• Your registry event information
  • Your date of birth or age


#5 rotor123

rotor123

  • Moderator
  • 8,094 posts
  • OFFLINE
  •  
  • Gender:Male
  • Location:New Jersey
  • Local time:12:33 AM

Posted 19 December 2013 - 12:01 PM

Hi battyhippie

I  saw this reported on the local News here In NJ, Those would be News12, a cable only channel and NYC, NY locals.

 

It may make the next days newspaper. Here where I am the papers have gotten significantly smaller and thinner as well as being more expensive. I stopped Buying newspapers when they became mandatory recycle items. And the Much higher prices finished the job.

 

Roger


Fortune Cookie says: Fortune not Found: Abort, Retry, Ignore?

Sent from my All-In-One Desktop. Perfect for Internet, Not for heavy usage or gaming however.

How Does a computer get Infected? http://www.bleepingcomputer.com/forums/t/2520/how-did-i-get-infected/
Forum Rules,    The BC Welcome Guide

167 @ June 2015


#6 battyhippie

battyhippie

  • Members
  • 430 posts
  • OFFLINE
  •  
  • Local time:12:33 AM

Posted 19 December 2013 - 12:31 PM

Hi rotor123!

 

Well, since I don't have TV, I don't watch the news, so that explains why I did not "hear" about that.

 

No newspapers? Fortunately here in Tiny Town, Penna...we not only have one local paper but two...my delivery cost for the month for the one paper I get is $14.95...I think still pretty reasonable. But I do know what you are saying about "newspapers", I can no longer read the ones I use to online, they are no longer free and the price? Out of my range...Oh well, but at least we have good posters here, such as buddy215, that keeps one, such as myself, from being too ignorant.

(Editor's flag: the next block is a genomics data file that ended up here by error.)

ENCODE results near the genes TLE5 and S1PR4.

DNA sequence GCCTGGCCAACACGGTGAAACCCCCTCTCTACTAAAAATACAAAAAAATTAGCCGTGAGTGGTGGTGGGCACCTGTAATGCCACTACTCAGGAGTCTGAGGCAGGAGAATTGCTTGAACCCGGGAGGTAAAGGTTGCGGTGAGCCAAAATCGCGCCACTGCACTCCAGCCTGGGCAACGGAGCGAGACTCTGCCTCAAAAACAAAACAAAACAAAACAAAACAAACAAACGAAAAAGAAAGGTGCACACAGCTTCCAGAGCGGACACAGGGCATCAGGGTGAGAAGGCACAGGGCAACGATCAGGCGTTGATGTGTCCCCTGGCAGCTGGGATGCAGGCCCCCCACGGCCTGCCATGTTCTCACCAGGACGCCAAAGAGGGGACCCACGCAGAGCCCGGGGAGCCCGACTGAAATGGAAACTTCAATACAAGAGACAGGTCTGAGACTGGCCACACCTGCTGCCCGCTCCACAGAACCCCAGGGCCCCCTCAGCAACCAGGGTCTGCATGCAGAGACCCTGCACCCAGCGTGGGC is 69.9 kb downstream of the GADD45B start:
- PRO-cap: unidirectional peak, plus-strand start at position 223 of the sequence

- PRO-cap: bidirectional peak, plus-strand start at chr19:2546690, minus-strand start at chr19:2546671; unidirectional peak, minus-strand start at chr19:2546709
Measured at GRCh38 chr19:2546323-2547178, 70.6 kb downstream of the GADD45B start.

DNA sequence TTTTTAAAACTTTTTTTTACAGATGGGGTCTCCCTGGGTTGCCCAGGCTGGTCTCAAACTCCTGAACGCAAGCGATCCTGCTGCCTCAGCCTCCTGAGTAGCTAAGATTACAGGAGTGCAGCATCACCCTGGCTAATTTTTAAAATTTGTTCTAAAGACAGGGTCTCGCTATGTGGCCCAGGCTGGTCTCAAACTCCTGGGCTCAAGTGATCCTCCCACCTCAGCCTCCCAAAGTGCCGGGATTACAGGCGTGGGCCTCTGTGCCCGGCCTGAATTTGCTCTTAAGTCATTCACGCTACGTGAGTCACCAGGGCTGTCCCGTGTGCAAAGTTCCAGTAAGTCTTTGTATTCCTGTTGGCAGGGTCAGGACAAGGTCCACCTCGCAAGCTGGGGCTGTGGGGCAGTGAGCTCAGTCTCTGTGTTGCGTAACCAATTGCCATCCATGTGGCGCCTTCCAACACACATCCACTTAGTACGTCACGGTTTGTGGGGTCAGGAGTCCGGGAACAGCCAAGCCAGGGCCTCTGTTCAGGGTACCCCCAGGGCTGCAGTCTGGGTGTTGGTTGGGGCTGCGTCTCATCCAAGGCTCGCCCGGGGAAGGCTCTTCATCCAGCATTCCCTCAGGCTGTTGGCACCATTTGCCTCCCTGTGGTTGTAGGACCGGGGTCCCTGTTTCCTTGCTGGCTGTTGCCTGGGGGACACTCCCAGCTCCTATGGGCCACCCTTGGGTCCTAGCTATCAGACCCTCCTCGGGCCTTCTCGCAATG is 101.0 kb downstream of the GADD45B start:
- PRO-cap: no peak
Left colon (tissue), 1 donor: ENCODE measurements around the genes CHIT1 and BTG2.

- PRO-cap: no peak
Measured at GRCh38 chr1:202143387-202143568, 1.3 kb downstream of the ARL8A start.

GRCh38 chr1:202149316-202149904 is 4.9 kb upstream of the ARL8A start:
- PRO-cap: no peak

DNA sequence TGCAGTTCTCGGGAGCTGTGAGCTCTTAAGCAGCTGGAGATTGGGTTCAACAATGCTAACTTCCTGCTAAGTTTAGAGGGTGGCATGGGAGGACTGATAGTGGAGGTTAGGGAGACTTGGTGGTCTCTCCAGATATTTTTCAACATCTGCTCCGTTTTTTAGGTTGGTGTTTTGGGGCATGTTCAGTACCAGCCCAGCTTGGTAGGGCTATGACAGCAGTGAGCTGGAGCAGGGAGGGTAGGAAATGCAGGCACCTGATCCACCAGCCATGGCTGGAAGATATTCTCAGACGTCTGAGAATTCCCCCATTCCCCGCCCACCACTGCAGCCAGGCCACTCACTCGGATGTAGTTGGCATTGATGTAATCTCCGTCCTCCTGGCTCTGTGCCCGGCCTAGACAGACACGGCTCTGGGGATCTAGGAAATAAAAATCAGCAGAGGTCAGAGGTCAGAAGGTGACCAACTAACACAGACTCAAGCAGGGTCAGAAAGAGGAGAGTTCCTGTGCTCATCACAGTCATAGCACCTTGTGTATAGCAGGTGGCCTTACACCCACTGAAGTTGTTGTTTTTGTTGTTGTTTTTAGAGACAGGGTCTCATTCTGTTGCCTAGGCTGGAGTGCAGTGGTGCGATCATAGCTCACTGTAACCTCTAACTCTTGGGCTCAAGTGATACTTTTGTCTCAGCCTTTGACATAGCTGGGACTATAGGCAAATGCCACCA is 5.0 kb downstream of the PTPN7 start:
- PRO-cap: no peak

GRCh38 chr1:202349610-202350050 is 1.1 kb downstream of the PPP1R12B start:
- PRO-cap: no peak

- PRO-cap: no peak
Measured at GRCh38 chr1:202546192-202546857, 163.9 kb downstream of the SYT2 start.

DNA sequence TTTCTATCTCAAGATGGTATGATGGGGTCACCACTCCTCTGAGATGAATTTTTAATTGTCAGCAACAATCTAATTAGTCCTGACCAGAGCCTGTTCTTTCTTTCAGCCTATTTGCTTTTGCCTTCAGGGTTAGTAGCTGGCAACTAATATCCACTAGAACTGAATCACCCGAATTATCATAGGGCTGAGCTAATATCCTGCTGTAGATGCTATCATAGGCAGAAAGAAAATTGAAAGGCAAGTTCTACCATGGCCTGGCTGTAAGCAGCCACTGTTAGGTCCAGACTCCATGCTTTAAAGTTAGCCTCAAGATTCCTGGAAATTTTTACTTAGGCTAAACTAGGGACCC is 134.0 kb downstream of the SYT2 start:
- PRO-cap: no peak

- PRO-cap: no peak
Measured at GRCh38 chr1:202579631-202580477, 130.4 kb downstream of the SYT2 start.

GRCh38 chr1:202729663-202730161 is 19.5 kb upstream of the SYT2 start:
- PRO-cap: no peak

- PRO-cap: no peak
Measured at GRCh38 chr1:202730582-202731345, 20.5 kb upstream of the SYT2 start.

#7 cryptodan

cryptodan

    Bleepin Madman


  • Members
  • 21,868 posts
  • OFFLINE
  •  
  • Gender:Male
  • Location:Catonsville, Md
  • Local time:05:33 AM

Posted 19 December 2013 - 12:57 PM

The drivers license scanning is all done via a different system compared to the Point of Sale devices since it has to communicate with the states Department of Motor Vehicles so if they did scan it, the scanning machine for the Drivers License would also have to have been compromised.

#8 rotor123

rotor123

  • Moderator
  • 8,094 posts
  • OFFLINE
  •  
  • Gender:Male
  • Location:New Jersey
  • Local time:12:33 AM

Posted 19 December 2013 - 02:16 PM

I still cannot wrap my head around why they would need to scan the drivers license. I have never run into that. On the Other Hand I rarely use my credit cards in a B & M store. I prefer to leave them home, That reduces impulse buys to what is in my pocket.